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Tension Problem (two ropes + weight)

by DarkNightwing
Tags: ropes, tension, weight
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DarkNightwing
#1
Nov10-08, 04:58 PM
P: 3
Oh I knew I'd have to come crawling onto the internet in search of help, help me physics friends !!

1. Determine the tension in each of the ropes holding the object. Rope T1 is at an angle of 60 degrees, rope T2 is at an angle of 55 degrees, the suspended block has a mass of 300kg.



2. w = mg



3. 300kg * 9.8 m/s = 2940 N, or the weight of the block, but since this I've just divided the weight by the sin of each rope's given angle. Completely baffled and very tired, looking for a push in the right direction so my brain can worky again.

The answers are:
T1 = 1862 N , T2 = 1620 N but I have no clue how to arrive at them
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asleight
#2
Nov10-08, 05:01 PM
P: 154
Quote Quote by DarkNightwing View Post
Oh I knew I'd have to come crawling onto the internet in search of help, help me physics friends !!

1. Determine the tension in each of the ropes holding the object. Rope T1 is at an angle of 60 degrees, rope T2 is at an angle of 55 degrees, the suspended block has a mass of 300kg.



2. w = mg



3. 300kg * 9.8 m/s = 2940 N, or the weight of the block, but since this I've just divided the weight by the sin of each rope's given angle. Completely baffled and very tired, looking for a push in the right direction so my brain can worky again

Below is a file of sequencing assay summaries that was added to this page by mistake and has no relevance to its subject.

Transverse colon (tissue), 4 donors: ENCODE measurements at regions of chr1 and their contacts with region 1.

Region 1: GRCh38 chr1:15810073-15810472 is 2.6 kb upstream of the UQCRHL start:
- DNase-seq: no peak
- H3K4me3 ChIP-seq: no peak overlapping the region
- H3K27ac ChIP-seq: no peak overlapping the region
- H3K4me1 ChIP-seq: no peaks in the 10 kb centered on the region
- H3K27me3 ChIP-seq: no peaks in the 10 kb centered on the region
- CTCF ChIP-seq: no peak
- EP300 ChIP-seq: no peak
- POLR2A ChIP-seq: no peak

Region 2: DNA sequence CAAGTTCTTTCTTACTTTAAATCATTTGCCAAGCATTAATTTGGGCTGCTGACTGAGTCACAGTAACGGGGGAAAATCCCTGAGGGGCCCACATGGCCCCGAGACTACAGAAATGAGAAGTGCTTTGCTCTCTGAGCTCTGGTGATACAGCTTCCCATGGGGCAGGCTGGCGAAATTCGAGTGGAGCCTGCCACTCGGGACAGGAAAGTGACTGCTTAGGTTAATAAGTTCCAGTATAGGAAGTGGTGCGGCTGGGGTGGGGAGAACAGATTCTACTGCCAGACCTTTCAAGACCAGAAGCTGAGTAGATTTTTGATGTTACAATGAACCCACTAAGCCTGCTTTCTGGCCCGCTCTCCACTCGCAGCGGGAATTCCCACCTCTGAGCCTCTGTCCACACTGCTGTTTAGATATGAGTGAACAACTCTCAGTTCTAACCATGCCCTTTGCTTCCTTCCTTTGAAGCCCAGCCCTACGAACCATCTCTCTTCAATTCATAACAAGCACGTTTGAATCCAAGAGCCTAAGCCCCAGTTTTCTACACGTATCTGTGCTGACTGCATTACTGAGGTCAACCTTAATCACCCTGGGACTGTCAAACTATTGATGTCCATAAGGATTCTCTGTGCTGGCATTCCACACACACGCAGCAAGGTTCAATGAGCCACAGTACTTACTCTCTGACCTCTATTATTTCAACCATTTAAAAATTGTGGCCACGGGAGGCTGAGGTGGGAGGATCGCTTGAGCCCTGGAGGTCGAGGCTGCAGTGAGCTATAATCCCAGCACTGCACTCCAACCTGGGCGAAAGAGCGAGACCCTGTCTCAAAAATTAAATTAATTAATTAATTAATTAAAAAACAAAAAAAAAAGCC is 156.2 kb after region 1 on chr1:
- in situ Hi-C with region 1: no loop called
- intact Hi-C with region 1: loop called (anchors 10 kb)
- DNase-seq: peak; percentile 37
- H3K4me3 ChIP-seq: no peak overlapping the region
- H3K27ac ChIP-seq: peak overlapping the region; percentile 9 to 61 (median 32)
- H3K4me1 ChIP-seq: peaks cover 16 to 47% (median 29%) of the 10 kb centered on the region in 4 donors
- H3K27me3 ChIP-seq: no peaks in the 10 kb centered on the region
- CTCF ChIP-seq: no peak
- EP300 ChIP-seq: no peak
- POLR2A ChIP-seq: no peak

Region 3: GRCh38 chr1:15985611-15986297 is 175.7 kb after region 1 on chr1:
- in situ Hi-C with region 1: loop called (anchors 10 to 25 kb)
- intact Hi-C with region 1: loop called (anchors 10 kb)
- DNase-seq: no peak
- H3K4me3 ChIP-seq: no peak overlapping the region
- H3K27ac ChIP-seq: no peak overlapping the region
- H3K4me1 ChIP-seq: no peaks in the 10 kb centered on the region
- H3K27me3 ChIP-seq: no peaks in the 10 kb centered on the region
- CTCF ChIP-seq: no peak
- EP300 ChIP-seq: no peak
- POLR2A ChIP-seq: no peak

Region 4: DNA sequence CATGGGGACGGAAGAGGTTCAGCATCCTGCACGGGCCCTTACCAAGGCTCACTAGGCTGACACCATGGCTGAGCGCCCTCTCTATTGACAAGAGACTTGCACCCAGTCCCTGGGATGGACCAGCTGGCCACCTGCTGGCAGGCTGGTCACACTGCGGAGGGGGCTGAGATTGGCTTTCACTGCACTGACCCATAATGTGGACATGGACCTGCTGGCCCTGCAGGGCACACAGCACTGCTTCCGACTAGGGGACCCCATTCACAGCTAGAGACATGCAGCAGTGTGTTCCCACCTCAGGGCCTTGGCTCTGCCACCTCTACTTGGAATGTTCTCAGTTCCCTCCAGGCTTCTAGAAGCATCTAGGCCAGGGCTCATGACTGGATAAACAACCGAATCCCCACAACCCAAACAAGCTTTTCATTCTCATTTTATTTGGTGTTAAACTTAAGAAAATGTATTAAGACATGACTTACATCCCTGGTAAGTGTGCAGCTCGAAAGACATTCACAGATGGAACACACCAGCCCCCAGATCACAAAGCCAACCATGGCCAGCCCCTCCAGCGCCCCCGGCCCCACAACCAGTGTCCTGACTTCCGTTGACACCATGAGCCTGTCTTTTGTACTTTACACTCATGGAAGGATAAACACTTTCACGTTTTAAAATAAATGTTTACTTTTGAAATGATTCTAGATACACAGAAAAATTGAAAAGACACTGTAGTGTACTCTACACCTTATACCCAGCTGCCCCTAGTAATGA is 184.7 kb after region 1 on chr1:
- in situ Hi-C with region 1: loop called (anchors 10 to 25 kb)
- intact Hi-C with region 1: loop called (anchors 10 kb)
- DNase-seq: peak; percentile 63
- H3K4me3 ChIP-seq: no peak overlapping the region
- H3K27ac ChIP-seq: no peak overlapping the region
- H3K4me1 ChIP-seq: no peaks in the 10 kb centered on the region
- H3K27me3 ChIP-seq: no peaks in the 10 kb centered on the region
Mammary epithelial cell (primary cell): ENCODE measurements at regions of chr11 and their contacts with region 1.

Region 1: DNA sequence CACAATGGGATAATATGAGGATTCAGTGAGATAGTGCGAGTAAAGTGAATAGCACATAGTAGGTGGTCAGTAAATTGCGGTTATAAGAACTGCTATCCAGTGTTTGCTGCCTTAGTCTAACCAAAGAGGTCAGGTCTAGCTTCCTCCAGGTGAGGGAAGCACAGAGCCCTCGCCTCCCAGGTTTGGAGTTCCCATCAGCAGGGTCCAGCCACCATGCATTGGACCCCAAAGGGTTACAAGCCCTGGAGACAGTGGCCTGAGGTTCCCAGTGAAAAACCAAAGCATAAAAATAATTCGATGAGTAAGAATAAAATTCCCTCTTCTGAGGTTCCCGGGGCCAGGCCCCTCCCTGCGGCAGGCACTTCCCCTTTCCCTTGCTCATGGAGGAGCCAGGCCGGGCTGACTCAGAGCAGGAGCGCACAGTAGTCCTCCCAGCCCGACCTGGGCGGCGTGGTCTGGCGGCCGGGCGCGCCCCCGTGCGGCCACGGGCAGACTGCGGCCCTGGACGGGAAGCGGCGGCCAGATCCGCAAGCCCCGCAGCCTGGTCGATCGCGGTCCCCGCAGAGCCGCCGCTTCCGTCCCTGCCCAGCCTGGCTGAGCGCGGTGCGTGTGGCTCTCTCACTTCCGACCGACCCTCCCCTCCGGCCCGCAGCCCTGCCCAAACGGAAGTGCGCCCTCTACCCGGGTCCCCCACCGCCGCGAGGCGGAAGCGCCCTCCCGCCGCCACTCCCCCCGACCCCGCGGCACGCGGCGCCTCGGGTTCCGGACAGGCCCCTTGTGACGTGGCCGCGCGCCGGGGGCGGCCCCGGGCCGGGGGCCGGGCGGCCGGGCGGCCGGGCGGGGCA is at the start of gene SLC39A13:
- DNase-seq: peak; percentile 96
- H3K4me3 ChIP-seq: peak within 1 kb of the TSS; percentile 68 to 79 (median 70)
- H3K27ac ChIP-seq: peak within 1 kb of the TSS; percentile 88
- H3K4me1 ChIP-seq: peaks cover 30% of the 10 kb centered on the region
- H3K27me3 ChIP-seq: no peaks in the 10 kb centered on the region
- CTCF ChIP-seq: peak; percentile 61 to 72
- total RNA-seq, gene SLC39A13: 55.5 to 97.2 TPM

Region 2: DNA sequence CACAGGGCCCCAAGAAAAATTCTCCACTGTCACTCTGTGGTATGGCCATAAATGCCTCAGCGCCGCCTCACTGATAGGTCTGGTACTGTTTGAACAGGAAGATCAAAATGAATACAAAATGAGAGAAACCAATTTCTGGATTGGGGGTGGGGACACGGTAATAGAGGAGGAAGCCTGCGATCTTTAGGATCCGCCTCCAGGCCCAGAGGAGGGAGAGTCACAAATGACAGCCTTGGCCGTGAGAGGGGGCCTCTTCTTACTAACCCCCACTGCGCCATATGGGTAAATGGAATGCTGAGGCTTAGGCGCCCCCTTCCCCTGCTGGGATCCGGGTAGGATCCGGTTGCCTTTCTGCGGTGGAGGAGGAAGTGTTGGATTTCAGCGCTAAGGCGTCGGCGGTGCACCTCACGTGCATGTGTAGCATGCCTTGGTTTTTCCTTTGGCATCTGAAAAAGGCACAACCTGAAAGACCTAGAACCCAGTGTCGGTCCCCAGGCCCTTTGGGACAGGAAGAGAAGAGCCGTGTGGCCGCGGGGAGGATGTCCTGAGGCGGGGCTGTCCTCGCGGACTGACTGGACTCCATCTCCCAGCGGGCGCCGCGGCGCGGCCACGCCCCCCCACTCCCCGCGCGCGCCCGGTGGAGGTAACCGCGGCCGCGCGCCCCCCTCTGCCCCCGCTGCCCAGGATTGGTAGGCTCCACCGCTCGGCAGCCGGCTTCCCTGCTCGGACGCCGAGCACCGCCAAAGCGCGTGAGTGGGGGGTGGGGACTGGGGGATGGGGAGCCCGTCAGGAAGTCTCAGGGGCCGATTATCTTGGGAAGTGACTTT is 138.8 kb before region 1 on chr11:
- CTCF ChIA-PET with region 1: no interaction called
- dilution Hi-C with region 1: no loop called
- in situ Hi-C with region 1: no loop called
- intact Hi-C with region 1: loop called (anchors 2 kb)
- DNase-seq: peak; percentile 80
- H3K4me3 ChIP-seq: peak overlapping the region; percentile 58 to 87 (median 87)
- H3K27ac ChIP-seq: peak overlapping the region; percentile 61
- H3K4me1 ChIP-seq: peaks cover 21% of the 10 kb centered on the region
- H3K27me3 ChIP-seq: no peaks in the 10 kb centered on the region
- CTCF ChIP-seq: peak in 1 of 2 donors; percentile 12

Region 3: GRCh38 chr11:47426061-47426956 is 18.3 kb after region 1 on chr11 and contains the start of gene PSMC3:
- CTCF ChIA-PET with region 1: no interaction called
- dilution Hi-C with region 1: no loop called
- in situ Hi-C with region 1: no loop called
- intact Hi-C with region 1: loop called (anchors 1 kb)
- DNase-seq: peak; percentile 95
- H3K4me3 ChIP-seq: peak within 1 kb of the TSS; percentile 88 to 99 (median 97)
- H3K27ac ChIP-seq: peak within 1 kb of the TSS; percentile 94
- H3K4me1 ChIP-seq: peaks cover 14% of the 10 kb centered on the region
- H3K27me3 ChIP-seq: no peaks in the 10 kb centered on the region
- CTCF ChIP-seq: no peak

Sum your forces to put the system in equilibrium.
DarkNightwing
#3
Nov10-08, 05:05 PM
P: 3
Ok so in other words the tension in T1 and T2 adds up to the weight of the block?

T1 + T2 = 2940 N

My problem is determining the tension in each rope, I thought maybe you took:

2940 / sin(60) = but this comes out to over 3300 some and that's more force than would be required to hold the block

LowlyPion
#4
Nov10-08, 05:06 PM
HW Helper
P: 5,343
Tension Problem (two ropes + weight)

Without knowing where the ropes are attached - hence the angles with respect to the walls or the ceiling ... it doesn't really matter.

Treat the tensions as vectors. They each have vertical and horizontal components.

The vertical components of the tensions must equal the weight. (It's in equilibrium.)

And the horizontal components add to 0. (It's in equilibrium.)
Physics197
#5
Nov10-08, 05:07 PM
P: 74
Since the object is in equilibrium, the sum of the forces in the y-components must be balanced, and same with your x-components.

This means (if angles are above the horizontal)
T1sin60 + T2sin55 = the weight of the object

Since you have 2 unknowns you need 2 equation, so you must use the forces in the x-directions to get another equation

-T1cos60 + T2cos55 = 0 ---> One of these must be negative cause they should be in opposite directions

Rearrange to solve for either T1 or T2 and plug into the other equation to solve for the other
DarkNightwing
#6
Nov10-08, 05:11 PM
P: 3
Doh I forgot to state that I have the answers (it's a practice test, reviewing for Friday):

T1 = 1862 N , T2 = 1620 N

Also putting these in the topical post
cragar
#7
Mar21-09, 10:24 AM
P: 2,464
does it matter which one we make negative
mxhaloxm
#8
May31-09, 07:34 PM
P: 1
To solve this:

We know that the y component of the 2 tension must add together to equal the downward force of the block (This makes 0 net force = block not moving).
Therefore:

h1sin55 + h2sin60 + (-9.8)(300) = 0

We also know that the x components of the 2 tension must cancel each other out because the block doesnt move left or right.

h1cos55 + (- h2cos60) = 0

Use substitution to solve the problem and your done.

Hope this helps!


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